If you have a presence on the internet, with a page on Facebook for example, every time you use it you leave behind digital footprints that reveal an enormous amount about your personality; because what you tend to like looking at is being logged. And now researchers have shown that advertisers can use this freely-available data to tailor-make adverts that make you 50% more likely to click on their products. David Stillwell spoke to Chris Smith...
David - What we previously showed is that just clicking on these things, just liking things on Facebook can say a lot about you. It can say how intelligent are you; what is your personality; what makes you unique. So that we’re asking in this study is, given that it’s possible to show those, very, very personal things about you, how can companies use this to advertise better, and how worried should we be as consumers in terms of privacy?
Chris - So if I see something on Facebook and I click “like” against it, you can extract data from what I have like or chosen specifically to flag up as of interest to me, to begin to make deductions about my personality and my likely life choices?
David - Exactly. If you like, for example, on Facebook computers, then obviously you can sell computers to that person. But actually it shows something more personal, which is that people who like computers tend to be introverted. Which means that if you’re selling something that isn’t anything to do with computers, you can use the fact that you know someone is more likely to be introverted to sell products in a way that means they’re more likely to be interested.
Chris - How have you proved that that’s the case?
David - What we did is we worked with a few different companies who were running adverts on Facebook, and we got them to target those adverts at people who we knew were more likely to be introverted or extraverted based on their Facebook likes. Then we changed the adverts to either appeal to introverts or extraverts.
So, for example, we worked with a cosmetic company and we had an extroverted advert, which was a dance like no-one’s watching. It was a picture of a woman in a club, she’s sort of got her hands in the air just dancing around and everyone’s looking at there because she’s the centre of attention, and that’s the ideal for an extrovert.
Then we had a different advert for introverts. This was “beauty doesn’t have to shout.” It’s a woman looking in a mirror; it’s about her own opinion of herself; it’s not about what anyone else thinks, and this is what an introvert looks for.
Chris - And you know that do you that extroverts will engage better with the extroverted type advert, introverts with their focused advert?
David - Exactly. That’s the theory. What we found from targeting this adverts is when the extroverts see the extroverted add, then they are 40% more likely to click and they buy 50% more stuff. Same thing with the introverts but when they see the introverted ad.
Chris - So when you tailor the type of advert that a person sees to the personality of the potential buyer, they’re much more likely to engage with the advert and to complete the sale? Haven’t advertisers known this for donkey’s ages though, this is not new, or is it?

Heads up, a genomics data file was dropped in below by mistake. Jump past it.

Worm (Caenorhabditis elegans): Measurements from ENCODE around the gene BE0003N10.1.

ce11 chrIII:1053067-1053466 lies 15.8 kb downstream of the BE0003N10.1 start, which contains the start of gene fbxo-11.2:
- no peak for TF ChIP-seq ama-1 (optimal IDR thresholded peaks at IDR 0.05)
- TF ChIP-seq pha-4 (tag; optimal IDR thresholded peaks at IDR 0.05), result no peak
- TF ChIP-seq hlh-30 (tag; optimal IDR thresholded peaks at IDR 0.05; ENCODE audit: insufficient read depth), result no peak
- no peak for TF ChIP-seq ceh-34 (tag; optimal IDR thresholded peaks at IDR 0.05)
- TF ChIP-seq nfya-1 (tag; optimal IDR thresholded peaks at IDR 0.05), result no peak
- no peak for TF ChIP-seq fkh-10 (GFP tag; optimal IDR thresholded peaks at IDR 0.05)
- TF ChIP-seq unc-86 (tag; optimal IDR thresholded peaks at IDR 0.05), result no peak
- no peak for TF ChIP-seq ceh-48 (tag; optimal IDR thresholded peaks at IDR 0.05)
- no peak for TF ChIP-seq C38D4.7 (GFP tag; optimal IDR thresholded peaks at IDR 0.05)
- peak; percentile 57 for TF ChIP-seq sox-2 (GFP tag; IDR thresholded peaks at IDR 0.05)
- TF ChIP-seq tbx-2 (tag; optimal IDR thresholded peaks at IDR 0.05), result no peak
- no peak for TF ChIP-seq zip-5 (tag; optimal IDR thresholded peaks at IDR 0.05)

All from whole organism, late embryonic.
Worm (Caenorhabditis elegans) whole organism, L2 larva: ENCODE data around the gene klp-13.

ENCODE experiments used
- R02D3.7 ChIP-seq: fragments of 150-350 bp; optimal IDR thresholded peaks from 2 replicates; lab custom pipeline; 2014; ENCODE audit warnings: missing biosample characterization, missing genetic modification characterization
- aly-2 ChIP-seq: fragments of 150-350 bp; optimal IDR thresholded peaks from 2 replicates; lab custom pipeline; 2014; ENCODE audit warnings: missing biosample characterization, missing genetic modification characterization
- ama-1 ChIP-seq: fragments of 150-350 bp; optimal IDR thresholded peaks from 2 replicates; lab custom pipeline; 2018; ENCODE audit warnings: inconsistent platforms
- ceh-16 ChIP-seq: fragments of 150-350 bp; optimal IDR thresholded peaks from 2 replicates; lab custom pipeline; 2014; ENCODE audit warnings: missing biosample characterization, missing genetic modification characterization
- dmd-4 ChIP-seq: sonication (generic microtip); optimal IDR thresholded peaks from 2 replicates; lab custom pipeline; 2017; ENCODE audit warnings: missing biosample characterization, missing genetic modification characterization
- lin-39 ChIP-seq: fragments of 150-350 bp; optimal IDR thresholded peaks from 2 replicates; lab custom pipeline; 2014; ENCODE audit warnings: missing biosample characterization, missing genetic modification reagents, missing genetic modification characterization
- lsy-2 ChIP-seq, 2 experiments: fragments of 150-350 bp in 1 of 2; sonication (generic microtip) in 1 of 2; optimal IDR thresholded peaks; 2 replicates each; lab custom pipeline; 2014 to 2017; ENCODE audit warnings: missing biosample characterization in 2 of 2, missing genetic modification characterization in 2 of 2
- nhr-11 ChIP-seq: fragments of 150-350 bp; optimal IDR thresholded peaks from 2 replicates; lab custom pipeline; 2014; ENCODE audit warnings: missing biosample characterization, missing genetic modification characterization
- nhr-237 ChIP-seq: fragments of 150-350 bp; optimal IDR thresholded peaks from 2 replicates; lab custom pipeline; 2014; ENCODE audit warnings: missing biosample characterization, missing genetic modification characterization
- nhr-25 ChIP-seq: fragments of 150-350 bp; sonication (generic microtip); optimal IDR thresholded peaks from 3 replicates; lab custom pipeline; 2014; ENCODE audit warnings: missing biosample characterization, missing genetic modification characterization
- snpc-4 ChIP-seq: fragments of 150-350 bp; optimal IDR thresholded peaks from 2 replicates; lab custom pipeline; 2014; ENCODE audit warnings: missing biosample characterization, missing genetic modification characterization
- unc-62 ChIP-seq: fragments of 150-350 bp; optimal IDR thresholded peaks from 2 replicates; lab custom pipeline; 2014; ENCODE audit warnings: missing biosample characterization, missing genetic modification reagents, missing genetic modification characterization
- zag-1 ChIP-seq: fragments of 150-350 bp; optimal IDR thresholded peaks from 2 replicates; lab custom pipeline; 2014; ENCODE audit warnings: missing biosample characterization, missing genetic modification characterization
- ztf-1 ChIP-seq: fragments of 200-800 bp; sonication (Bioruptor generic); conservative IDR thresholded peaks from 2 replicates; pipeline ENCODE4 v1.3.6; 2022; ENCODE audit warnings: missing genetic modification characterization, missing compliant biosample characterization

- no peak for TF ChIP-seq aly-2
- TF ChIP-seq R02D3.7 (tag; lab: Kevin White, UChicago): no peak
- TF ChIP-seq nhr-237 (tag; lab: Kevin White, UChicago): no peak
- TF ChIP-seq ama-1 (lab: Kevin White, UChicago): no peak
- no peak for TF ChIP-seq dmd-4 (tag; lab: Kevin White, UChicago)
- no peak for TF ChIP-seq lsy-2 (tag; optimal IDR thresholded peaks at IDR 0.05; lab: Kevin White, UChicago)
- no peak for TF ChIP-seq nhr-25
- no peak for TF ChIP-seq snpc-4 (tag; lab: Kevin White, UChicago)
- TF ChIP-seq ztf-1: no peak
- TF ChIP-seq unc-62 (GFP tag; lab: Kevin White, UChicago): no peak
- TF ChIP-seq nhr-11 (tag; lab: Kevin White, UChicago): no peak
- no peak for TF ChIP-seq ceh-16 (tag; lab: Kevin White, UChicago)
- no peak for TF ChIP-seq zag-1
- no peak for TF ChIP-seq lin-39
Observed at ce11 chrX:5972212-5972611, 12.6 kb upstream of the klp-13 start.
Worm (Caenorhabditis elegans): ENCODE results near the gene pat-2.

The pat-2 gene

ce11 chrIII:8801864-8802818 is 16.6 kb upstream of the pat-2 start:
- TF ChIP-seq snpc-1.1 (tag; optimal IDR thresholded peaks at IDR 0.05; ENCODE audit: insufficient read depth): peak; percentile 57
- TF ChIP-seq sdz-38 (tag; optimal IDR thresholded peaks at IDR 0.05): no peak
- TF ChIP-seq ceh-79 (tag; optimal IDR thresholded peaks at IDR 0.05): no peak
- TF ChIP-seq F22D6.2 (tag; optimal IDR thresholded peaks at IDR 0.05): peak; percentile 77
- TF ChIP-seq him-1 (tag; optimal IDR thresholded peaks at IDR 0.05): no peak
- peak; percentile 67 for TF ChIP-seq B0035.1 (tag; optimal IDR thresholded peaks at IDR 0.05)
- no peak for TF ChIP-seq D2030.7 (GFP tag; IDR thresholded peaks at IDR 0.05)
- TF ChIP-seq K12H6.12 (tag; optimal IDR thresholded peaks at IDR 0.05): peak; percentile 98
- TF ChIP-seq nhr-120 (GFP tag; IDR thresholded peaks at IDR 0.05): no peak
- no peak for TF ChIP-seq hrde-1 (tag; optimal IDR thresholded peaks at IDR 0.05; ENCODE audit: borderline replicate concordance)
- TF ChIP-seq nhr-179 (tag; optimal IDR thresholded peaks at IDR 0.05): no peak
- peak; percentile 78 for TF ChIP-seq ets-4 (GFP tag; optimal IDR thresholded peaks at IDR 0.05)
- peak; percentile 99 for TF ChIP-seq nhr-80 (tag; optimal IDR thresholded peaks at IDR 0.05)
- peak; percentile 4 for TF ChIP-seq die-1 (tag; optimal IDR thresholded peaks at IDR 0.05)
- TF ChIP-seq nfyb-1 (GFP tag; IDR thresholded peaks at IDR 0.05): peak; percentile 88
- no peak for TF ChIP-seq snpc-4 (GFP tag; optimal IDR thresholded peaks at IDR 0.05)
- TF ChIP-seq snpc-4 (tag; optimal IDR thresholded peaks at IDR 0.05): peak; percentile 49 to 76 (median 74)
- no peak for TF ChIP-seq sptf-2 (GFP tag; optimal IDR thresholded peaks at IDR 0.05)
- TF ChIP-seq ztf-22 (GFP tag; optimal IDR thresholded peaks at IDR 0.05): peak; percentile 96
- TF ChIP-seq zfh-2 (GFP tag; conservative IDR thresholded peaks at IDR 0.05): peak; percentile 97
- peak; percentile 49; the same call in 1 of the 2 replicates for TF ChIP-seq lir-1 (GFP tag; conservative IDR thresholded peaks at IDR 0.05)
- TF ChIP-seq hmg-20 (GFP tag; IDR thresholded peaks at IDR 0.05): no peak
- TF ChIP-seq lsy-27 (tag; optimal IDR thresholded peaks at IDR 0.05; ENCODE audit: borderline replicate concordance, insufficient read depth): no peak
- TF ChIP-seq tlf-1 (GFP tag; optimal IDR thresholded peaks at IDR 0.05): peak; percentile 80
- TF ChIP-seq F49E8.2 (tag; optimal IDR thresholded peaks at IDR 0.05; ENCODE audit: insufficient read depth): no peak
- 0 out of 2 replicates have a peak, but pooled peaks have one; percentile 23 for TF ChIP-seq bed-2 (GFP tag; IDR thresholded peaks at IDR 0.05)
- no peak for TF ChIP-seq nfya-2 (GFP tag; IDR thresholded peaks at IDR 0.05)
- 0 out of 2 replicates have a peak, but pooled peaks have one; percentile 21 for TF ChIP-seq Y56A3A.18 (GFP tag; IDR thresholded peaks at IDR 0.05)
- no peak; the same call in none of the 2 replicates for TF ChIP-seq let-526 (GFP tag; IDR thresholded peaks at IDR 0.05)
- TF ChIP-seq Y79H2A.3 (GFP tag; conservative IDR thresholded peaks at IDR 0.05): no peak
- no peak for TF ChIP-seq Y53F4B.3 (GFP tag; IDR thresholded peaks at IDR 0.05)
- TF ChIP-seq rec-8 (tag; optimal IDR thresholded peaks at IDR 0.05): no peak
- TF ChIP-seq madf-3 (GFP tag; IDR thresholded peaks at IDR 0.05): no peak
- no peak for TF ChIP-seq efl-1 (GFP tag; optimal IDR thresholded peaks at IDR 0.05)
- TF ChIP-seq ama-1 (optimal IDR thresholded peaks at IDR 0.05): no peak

David - What’s different here is that whereas previously you might have a sort of an ideal consumer in mind. If you’re putting an advert on television then everyone who sees that advert sees the same advert. But now, with microtargeting on social networks or the internet in general, you can advertise to a specific person given that you’ve made a prediction about that specific person. So you’re really seeing a very personalised advert to you as an individual.
Chris - I suppose, in some respects, that may be beneficial because it means that I see things that I’m more likely to want to engage with more of the time. You could you use that for good because you could show me positive health messages, for instance, if you wanted to target someone who was at risk of depression, for example, or mental illness you could focus your advertising at that person, reach that person who needed that help. It could be exploited by nefarious operators though, couldn’t it?
David - Exactly. So what we’re saying is that you can essentially persuade someone better given that you’ve got all this information about them that comes from the internet. You can persuade people to do things that are in their benefit so encourage people to save money, encourage people to take advantage of a pension. You can also persuade them to do things that are not in their benefit. If you notice that someone has an addictive personality, you might try to sell them gambling products and that is not going to be in their interest.
Chris - The data that you were exploiting on these users on Facebook because looking at your paper it was huge numbers, like 3 million people is the sample size that you’ve looked at. That data’s freely available, it’s just out there, you can extract that as a third party?
David - Exactly. Any advertiser can go on Facebook and target people who like a specific single product so that’s what we’re doing here. So just given one like on Facebook you’re seeing a specific advert from us. But now imagine that you are Facebook, or you are Google and you’ve got all of the data about one individual, then you can target adverts or products based on everything that someone likes, not just one thing.